2. Youth Ministry can be a breading ground for Moralism devoid of the Gospel

Moralism is a constant danger in youth and children's ministries.  Many students leave well intentioned churches and youth ministries burned out on moralism.  They have heard the list of dos and don'ts and they are tired of it.  They've been taught not to have sex, not to get drunk, and not to lie, cheat, or steal.  They have been taught moralism without grace.  They have been taught Law without the Gospel. More than ever, we need youth ministries and youth pastors who will preach the Gospel into the lives of their students.  Students need to hear the Gospel and need Godly leaders who can help apply its truth to their lives.  Youth Pastors much always teach holiness, but it must always be understood in response to the Gospel, not in the place of it.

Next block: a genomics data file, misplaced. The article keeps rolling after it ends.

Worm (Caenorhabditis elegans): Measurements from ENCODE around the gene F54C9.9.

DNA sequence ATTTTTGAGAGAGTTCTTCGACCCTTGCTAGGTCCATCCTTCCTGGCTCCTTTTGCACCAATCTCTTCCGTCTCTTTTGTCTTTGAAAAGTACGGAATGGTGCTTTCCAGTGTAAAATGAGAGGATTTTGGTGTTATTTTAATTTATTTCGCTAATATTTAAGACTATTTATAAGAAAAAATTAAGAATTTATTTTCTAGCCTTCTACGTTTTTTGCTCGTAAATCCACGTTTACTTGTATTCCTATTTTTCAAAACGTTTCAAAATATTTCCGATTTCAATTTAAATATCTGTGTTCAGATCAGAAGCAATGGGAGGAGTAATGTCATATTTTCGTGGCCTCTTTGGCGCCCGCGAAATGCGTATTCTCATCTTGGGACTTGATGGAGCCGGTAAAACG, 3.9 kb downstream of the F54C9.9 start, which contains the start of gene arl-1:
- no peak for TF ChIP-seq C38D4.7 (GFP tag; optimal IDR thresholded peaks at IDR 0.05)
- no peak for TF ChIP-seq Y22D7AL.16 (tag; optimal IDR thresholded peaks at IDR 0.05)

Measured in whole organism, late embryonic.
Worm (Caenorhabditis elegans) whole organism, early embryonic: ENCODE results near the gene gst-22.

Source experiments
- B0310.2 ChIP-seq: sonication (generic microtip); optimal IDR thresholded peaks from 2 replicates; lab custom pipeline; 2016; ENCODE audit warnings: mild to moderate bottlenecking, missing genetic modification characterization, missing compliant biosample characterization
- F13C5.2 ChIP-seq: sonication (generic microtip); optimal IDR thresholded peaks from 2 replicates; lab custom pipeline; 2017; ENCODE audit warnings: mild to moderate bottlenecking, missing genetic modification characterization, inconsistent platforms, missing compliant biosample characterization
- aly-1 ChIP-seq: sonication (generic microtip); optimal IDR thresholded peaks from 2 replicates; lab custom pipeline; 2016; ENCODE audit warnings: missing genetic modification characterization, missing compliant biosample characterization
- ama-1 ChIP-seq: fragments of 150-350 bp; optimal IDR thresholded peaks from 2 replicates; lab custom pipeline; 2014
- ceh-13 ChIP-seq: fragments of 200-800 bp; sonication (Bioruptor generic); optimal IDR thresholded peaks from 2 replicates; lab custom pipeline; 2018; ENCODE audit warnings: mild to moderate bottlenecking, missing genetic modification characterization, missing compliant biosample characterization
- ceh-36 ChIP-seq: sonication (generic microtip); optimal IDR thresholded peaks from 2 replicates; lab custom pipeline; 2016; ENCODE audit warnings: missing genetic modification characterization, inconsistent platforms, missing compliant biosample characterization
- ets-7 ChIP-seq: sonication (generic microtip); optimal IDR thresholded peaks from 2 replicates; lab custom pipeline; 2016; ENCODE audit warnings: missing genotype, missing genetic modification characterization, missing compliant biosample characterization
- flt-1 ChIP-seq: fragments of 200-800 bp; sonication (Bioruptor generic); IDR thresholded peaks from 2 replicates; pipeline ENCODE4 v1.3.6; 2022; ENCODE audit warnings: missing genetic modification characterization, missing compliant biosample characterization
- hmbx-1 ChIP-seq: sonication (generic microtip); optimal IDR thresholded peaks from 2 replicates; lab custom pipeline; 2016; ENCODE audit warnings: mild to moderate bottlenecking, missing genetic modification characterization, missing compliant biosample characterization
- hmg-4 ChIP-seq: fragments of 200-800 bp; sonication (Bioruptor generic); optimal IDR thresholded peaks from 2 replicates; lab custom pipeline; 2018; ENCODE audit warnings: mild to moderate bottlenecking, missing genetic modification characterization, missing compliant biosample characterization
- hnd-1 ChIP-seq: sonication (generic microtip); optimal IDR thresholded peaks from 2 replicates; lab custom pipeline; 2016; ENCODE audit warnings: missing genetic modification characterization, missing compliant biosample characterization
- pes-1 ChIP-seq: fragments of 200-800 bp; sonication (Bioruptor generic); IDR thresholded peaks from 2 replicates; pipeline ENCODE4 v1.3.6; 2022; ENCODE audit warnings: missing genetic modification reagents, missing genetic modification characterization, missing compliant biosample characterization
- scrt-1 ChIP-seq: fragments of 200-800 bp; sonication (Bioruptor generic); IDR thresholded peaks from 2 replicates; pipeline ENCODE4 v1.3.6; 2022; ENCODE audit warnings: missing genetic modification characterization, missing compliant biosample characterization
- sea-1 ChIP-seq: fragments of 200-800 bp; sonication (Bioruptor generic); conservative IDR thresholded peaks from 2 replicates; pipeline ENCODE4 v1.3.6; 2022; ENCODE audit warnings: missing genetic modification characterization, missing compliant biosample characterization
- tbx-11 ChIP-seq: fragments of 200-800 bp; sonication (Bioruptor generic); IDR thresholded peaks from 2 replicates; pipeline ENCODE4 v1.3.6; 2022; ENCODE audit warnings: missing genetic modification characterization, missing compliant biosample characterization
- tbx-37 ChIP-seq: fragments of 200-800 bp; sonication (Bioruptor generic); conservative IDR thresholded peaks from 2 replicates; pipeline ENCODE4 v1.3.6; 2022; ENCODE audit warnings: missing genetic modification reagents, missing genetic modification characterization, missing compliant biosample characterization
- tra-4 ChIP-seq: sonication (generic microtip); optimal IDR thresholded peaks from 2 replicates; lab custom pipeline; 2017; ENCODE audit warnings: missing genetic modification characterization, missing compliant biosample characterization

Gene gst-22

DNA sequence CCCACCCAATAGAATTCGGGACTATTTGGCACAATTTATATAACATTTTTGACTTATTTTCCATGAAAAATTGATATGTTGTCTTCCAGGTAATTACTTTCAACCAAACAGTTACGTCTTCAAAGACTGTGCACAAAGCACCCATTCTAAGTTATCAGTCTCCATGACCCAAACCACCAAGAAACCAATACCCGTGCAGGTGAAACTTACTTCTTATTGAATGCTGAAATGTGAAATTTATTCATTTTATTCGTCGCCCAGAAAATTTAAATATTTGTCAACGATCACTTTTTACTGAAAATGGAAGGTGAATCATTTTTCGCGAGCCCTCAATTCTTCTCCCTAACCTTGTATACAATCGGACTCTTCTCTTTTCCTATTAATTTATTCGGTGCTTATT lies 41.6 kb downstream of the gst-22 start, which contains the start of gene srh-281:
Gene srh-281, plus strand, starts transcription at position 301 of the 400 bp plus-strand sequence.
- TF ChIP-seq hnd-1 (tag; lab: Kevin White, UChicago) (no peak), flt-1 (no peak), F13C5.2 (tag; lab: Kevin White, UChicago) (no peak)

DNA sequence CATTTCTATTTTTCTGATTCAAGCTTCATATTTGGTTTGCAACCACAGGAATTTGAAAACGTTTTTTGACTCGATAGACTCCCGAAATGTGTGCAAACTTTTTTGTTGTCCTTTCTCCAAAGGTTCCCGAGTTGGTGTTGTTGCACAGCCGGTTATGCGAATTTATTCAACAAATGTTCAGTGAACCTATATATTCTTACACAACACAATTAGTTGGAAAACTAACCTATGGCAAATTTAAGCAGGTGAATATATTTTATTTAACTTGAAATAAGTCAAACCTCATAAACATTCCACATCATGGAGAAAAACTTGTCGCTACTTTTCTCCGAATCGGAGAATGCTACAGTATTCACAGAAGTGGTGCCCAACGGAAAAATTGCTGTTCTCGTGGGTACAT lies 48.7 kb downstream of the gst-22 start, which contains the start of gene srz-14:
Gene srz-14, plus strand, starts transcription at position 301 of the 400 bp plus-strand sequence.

3. Youth Ministry can Disconnect Students from the Rest of the Body

I love Paul's passage in 1 Corinthians 12 when he talks about the body of Christ.  Did you ever notice how many bodies Paul talks about in this passage?  Are their two?  Nope, just one.  A local church is one body, not two, not three, not four.  One of the greatest dangers of age segregated ministry, including youth ministry, is that we unhealthily divide the local church into multiple bodies of Christ.  A tendency in Youth Ministry is to alienate the students from the rest of the church.  As a youth ministries we have our own room, our own building, and our own services.  I've seen many youth ministries operate like a separate church within a church.  This is a unhealthy and Biblical way to do youth ministry.  As the body of Christ, we need each other, and this means we need a multi-generational approach to ministry.